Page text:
Master of Science in Counseling
Professionals seeking a new credential to support their counseling career can enroll in Faulkner University’s Master of Science in Counseling program. The 61-credit hour program is offered in a hybrid format, giving students the convenience of online learning with the accountability and access to the traditional classroom. Founded on Christian principles, the graduate program integrates a Christian-based worldview within the mental health profession.
The graduate program bridges traditional academia with practical experiences for a well-rounded education. The program explores various areas of counseling and mental health while integrating Christian principles to the profession. Courses are designed to develop your counseling skills through a variety of classes and collaborative classroom and field experiences. The curriculum has been developed to meet the state and national regulatory criteria, leading to licensure and certification of professional counselors.
Our Master of Science in Counseling develops professionals of strong moral and ethical character who apply biblical principles of genuineness, empathy, and integrity to their profession. Students also gain the skills and expertise to become leaders in the field, as well as mentors for those pursuing a counseling career.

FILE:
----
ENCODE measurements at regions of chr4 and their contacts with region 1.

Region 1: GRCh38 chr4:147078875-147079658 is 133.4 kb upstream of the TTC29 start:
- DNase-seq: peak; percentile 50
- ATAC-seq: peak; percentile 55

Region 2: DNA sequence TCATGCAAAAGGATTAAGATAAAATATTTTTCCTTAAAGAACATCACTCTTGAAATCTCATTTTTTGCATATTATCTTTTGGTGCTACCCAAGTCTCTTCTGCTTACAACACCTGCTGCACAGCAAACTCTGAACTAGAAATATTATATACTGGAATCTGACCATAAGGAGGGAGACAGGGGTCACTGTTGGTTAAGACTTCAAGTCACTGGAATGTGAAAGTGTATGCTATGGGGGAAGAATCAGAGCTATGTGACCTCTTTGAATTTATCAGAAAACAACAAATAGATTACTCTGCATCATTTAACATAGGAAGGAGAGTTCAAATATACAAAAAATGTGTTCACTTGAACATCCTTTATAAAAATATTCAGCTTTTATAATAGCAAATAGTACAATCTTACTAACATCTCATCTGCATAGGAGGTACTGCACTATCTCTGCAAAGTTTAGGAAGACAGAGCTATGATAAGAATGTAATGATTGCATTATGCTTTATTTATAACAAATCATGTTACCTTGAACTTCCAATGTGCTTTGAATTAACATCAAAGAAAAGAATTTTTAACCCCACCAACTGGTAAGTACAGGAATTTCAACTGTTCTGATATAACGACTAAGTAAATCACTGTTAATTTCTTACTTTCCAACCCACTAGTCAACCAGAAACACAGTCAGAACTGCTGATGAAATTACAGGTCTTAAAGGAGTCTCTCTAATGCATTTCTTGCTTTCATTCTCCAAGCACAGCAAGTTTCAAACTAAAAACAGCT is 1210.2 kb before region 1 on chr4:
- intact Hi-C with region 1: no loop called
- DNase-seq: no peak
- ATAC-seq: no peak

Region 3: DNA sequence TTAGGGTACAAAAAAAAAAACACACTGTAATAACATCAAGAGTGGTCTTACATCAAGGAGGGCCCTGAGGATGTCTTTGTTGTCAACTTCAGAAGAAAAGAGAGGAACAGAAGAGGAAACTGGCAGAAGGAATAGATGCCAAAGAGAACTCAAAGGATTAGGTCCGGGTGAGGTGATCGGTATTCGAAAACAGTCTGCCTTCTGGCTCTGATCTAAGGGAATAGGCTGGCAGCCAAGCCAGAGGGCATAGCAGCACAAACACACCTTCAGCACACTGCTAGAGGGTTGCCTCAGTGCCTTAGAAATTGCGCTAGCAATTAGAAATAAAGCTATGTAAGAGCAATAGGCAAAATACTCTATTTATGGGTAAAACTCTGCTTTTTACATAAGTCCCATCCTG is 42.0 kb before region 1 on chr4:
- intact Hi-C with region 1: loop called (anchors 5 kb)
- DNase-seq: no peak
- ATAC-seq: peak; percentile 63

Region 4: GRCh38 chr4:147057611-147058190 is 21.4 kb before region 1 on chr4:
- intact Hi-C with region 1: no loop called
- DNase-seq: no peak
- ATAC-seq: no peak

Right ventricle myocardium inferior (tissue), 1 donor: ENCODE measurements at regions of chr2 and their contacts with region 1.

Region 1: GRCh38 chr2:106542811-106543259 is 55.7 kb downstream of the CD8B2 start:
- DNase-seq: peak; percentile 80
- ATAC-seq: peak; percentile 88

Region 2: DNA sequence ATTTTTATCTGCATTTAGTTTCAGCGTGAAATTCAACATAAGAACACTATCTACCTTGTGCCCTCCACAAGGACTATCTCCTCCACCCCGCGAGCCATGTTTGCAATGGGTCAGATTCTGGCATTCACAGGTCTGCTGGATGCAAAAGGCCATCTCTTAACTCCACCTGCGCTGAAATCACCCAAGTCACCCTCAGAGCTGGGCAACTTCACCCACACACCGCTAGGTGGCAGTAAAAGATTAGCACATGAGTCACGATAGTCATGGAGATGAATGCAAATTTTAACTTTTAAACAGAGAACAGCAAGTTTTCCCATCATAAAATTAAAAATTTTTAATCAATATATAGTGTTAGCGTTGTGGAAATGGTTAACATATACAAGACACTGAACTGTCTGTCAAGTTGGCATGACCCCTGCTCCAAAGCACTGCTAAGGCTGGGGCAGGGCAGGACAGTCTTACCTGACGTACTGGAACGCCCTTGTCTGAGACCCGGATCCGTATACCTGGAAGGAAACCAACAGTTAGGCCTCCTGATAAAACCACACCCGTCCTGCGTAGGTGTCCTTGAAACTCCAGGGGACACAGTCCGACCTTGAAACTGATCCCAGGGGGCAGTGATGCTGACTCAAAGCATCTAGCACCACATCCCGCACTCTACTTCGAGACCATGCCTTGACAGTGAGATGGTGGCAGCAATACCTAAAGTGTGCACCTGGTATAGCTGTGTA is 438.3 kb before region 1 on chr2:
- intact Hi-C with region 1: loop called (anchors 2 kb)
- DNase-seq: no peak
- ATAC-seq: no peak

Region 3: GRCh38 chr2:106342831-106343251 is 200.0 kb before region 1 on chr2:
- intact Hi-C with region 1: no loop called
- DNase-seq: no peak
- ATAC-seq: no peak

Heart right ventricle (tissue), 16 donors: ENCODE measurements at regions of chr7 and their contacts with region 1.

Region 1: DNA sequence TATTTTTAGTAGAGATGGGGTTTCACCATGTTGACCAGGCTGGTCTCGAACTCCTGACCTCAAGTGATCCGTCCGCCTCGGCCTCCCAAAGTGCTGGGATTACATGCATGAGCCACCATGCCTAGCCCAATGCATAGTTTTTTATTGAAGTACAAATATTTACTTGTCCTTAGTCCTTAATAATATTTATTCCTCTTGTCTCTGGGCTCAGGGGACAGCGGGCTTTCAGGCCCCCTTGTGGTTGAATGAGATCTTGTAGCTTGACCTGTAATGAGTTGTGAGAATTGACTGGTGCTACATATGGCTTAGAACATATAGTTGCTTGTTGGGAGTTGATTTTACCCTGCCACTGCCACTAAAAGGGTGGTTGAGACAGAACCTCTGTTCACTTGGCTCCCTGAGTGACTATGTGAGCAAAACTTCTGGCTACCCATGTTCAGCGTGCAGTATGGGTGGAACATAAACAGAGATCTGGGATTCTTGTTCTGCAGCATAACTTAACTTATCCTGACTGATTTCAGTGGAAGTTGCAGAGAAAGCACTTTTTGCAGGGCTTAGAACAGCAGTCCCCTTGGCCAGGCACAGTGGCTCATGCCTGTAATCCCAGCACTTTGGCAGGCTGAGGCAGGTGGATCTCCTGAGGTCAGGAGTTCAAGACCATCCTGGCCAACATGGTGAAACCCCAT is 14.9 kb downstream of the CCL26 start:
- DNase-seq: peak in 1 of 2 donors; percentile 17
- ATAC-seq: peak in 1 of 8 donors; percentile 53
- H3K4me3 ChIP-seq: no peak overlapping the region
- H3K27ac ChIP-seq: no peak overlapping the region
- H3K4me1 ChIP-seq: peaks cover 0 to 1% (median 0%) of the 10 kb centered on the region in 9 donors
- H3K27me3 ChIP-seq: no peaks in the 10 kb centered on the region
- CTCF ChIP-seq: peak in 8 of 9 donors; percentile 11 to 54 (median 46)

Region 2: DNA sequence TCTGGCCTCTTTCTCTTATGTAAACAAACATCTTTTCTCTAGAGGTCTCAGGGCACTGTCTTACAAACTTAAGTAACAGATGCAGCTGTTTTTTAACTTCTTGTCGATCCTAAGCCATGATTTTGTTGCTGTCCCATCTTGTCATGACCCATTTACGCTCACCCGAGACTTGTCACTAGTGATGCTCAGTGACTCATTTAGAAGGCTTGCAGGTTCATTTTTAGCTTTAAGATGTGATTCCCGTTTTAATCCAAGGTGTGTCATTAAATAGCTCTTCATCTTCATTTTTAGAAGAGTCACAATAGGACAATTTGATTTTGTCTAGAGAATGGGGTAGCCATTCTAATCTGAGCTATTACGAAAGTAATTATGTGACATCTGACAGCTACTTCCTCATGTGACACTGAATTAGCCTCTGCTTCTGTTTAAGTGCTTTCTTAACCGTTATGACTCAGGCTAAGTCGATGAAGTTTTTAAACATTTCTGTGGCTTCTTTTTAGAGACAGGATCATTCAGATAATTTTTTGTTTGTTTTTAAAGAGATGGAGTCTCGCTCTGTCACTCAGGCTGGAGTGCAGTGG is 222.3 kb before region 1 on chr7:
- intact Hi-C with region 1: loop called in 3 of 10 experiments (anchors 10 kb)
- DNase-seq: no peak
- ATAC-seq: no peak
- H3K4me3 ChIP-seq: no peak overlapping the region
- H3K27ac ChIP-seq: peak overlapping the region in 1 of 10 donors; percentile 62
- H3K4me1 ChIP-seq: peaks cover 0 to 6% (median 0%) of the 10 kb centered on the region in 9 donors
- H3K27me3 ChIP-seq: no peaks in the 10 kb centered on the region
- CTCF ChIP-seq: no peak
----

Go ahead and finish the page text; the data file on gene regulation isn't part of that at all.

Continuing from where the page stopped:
Graduates of Faulkner’s Master of Science in Counseling program are prepared to work in a variety of clinical settings, including community agencies, state agencies, churches and Christian ministries.
Nearly 85 percent of coursework is taught online. Students will be required to meet on campus twice during the program for Clinical Training I and Clinical Training II. These trainings take place from Tuesday to Saturday and are scheduled for the third full weeks in January and September each year. The Counseling Practicum and Internship in Counseling course requirements are hands-on field experiences.
Graduates will be eligible to pursue licensure in the state of Alabama upon graduation from the Master of Science in Counseling program. Faulkner University cannot guarantee that the state of residence’s counseling board will accept the degree in order for the graduate to pursue their professional counseling license. However, there is some reciprocity in other states. It is the responsibility of the prospective student, student, or graduate to verify with the counseling board in their state of residence of the eligibility of licensure within that state.
COU 6310: Introduction to Counseling Theories (3 credits)
This course of study provides a broad understanding of professional theories and application to the counseling process, including roles and functions; professional goals and objectives; professional organizations and associations; professional history and trends; ethical and legal standards; professional preparation standards; and professional credentialing for the online masters in counseling.
COU 6320: Life Span Development (3 credits)